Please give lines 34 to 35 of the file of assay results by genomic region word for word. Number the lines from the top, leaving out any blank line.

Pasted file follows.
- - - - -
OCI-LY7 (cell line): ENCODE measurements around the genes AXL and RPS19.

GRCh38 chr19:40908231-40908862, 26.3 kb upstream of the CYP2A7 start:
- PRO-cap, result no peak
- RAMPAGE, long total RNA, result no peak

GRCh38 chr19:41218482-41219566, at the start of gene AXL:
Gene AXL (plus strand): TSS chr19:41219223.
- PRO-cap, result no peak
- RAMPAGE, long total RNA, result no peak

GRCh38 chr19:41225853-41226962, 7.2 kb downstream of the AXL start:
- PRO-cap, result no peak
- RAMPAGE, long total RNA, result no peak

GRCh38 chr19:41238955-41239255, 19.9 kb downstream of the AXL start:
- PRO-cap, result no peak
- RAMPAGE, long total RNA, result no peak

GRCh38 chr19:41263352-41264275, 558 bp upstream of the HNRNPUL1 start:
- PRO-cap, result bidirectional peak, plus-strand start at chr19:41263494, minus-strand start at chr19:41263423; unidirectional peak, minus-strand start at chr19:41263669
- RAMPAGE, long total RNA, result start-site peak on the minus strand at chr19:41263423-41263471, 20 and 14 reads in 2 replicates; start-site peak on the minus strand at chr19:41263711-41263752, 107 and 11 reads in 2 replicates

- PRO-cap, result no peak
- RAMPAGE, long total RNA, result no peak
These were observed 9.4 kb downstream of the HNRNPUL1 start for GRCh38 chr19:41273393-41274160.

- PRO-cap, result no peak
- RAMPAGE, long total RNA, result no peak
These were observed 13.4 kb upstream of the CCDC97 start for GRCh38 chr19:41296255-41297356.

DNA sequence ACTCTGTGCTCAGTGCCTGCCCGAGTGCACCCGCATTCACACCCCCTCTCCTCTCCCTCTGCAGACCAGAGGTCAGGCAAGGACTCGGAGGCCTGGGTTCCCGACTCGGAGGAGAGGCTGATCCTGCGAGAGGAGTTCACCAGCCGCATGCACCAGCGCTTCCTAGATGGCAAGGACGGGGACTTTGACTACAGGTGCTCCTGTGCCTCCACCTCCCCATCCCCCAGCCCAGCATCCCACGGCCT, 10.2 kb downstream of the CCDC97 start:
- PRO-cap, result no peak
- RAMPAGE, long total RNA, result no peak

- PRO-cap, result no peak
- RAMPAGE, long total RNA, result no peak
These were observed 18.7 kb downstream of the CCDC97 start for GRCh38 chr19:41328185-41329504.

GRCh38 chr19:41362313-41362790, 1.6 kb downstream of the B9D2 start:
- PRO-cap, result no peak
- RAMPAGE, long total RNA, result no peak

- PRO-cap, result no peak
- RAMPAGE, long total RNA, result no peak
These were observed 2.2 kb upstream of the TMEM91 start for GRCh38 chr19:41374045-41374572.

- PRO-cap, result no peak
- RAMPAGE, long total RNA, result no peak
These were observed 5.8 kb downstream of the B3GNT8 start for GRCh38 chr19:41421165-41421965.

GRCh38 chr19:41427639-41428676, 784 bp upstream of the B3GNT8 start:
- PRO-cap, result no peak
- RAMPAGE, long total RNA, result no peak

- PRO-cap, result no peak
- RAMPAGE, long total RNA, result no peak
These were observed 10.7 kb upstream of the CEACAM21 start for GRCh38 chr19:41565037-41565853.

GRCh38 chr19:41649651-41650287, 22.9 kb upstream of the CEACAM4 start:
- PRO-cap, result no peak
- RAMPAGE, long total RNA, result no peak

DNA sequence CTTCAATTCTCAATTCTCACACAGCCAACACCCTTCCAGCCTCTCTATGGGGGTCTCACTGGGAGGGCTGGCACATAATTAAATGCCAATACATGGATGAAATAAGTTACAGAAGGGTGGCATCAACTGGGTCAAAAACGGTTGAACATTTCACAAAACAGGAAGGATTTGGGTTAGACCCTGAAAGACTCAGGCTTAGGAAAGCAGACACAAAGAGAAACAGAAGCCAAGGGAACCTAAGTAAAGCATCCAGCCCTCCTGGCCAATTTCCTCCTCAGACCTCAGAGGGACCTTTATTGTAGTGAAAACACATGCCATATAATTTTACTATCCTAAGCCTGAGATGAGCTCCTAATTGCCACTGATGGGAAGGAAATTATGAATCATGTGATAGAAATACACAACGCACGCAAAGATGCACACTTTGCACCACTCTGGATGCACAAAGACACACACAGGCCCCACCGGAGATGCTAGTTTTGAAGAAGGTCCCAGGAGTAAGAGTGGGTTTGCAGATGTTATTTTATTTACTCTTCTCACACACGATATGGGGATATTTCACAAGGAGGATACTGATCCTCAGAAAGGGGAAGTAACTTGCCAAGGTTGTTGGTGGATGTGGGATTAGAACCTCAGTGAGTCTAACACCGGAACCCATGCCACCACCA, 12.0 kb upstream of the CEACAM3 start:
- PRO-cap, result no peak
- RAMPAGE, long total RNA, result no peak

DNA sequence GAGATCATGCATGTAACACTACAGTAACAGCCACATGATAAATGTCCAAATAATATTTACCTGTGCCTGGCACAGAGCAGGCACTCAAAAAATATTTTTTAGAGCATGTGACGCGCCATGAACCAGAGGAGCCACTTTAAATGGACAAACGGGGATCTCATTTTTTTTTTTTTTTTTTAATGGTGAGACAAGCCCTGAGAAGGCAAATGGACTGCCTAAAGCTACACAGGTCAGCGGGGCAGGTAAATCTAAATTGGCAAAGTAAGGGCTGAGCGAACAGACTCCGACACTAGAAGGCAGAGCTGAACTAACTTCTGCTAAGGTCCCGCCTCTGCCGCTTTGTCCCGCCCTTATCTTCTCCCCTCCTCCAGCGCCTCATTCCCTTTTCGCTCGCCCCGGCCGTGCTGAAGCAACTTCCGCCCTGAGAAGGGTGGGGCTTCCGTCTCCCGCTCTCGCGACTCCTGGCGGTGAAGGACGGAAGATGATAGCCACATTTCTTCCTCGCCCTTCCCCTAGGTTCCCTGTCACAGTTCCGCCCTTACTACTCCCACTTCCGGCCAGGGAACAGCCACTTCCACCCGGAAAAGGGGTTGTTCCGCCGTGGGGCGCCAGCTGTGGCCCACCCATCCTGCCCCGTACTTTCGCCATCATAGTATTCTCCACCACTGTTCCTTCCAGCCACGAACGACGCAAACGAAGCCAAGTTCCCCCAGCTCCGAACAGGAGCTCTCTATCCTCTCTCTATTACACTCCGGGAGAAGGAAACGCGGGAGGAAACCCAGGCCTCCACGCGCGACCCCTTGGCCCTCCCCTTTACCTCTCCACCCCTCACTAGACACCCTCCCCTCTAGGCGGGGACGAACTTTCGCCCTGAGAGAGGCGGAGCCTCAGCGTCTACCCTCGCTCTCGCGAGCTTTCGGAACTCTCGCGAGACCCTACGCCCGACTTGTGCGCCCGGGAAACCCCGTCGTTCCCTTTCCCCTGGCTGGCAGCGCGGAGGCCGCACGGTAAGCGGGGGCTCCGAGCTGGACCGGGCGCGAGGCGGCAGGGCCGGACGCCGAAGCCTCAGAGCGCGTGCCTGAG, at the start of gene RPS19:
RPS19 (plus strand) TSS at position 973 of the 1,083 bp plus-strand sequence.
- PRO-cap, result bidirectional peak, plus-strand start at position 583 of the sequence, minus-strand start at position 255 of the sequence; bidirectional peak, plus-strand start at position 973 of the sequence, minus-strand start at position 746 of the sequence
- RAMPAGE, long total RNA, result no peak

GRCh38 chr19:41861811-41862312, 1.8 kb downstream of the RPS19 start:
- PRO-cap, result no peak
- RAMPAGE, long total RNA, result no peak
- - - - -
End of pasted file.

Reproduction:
- RAMPAGE, long total RNA, result no peak
These were observed 2.2 kb upstream of the TMEM91 start for GRCh38 chr19:41374045-41374572.